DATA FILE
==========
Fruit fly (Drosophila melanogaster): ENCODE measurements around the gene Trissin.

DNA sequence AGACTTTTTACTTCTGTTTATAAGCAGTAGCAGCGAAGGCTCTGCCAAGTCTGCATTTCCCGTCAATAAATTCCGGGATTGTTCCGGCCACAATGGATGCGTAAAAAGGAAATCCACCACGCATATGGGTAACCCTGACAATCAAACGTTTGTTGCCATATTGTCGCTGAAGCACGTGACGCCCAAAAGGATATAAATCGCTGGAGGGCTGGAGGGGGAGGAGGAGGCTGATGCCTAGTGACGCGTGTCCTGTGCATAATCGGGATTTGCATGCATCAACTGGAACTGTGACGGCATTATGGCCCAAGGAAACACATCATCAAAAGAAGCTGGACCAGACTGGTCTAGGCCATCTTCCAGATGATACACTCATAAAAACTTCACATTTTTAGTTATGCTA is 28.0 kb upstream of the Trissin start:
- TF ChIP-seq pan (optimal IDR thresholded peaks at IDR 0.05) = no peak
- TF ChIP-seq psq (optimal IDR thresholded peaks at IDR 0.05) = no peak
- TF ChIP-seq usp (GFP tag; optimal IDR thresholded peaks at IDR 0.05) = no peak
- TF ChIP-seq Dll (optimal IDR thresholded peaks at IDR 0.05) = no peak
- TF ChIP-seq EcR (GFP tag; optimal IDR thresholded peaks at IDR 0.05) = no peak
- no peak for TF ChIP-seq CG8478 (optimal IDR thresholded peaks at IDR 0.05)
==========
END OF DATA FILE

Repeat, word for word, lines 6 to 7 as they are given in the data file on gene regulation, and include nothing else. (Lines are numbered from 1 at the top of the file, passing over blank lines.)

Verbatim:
- TF ChIP-seq Dll (optimal IDR thresholded peaks at IDR 0.05) = no peak
- TF ChIP-seq EcR (GFP tag; optimal IDR thresholded peaks at IDR 0.05) = no peak